Evangelicals See Snags as French Stress Secularism

Evangelical Christians in France face growing problems as authorities enforce secularism, favor Muslims or view them as supporters of President Bush, French Protestant leaders say.

Evangelicals, who make up 40 percent of the French Protestant Federation, complain of bureaucratic hurdles when trying to open churches and of being seen as sects because they differ from France's traditional faiths.

Leaders of mainstream and evangelical Protestants, who together make up only about two percent of the population in traditionally Catholic France, stress religious freedom is not under threat. But the problems have prompted them to speak out.

"Evangelical churches face more and more administrative problems from local authorities," Stephane Lauzet, secretary general of the French Evangelical Alliance (AEF), told Reuters. "It shows the difficulties officials here have with religion."

"We are victims of collateral damage from the debate in France about Islam," added Jean-Arnold de Clermont, head of the main umbrella group, the French Protestant Federation (FPF).

There are about a million Protestants in France, a country of 60 million. Most are from the Lutheran or Reformed traditions but evangelical ranks are growing, both in established churches and in new congregations of African, Haitian and Asian immigrants.


With their literal reading of the Bible and eagerness to publicly profess their faith, evangelicals stand out in a country where strict official secularism has made religion mostly a private issue.

Their ranks are growing at a time when France is stressing secularist laws — such as the ban on headscarves in state schools — to counter spreading Islamist influence among its 5 million Muslims.

But Clermont said some laws were used selectively, bent to help Muslims build mosques without funds from abroad but applied too strictly against evangelicals trying to establish churches.

"They're looking for solutions for Muslims and don't realize they're discriminating against evangelicals," he said.

Local officials in northern Paris have refused to let a large Haitian evangelical congregation buy a warehouse they use as a church, saying it has too few parking spaces.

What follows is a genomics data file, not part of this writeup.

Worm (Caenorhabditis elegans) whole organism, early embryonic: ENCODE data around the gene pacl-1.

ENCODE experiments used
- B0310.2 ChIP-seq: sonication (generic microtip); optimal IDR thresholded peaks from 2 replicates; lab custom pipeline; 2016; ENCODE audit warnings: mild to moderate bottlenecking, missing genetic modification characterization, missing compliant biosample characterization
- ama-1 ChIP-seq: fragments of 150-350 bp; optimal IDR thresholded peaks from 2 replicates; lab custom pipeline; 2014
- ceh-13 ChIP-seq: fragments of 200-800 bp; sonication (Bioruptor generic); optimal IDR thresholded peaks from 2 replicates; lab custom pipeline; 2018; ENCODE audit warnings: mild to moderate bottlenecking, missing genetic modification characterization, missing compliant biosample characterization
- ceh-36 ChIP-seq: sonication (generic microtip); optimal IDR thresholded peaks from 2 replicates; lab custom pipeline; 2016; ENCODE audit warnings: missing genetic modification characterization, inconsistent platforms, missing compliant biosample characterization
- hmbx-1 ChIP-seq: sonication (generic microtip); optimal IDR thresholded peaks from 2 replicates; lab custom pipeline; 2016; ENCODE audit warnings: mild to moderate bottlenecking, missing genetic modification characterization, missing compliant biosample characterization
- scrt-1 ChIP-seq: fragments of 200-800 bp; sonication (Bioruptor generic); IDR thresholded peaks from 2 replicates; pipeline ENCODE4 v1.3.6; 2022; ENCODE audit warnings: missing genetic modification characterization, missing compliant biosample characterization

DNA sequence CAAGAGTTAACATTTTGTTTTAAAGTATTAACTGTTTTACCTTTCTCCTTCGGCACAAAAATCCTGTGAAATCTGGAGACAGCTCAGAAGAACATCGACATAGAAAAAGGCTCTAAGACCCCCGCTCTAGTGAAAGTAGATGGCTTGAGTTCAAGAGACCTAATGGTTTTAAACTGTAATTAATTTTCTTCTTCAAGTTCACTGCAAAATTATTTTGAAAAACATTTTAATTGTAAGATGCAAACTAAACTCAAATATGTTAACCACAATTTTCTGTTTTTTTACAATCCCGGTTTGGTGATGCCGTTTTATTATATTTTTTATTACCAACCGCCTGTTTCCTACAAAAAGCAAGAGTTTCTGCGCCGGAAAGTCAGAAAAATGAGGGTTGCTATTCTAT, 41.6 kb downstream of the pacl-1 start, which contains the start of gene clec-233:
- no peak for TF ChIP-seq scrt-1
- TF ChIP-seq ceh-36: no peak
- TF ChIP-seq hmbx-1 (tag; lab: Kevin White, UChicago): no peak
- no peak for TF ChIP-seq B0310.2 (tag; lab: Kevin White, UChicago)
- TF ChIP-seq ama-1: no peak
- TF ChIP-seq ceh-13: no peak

"But they've already been there for 12 years," Clermont said, without parking space ever being mentioned as a problem. He said other congregations had similar difficulties.

Lauzet said evangelicals also had more problems getting permits for new church buildings. "Officials seem to be more attentive to the Muslims than to us," he said.


Both men said that many French, unfamiliar with the varied faces of Protestantism, linked the evangelicals with the U.S. religious right and with Bush, highly unpopular in France.

The left-leaning weekly Le Nouvel Observateur ran a cover story last spring with a picture of Bush and the headline "Evangelicals — the sect that wants to conquer the world."

The magazine apologized after the FPF and AEF protested.

"There may be some confusion here, but look at the Haitians — they have no connection with America," Clermont said. "France is not being invaded by evangelicals coming directly from the South of the United States."

The deeper problem, he said, was that some French officials wanted to limit religion's role in public life and squeeze all churches into large groups like the FPF to deal with them easily. Most of the new evangelical churches are outside the FPF and remain totally independent.

"The local authorities want to deal with the religiously correct and that means what they can recognize," Clermont said. "When they don't recognize something, they want a good conduct certificate from the Federation, but they are not all members."

Lauzet said even some energetically secularist bureaucrats betrayed hidden religious prejudices. "To them, anything that's not Catholic is a sect," he said.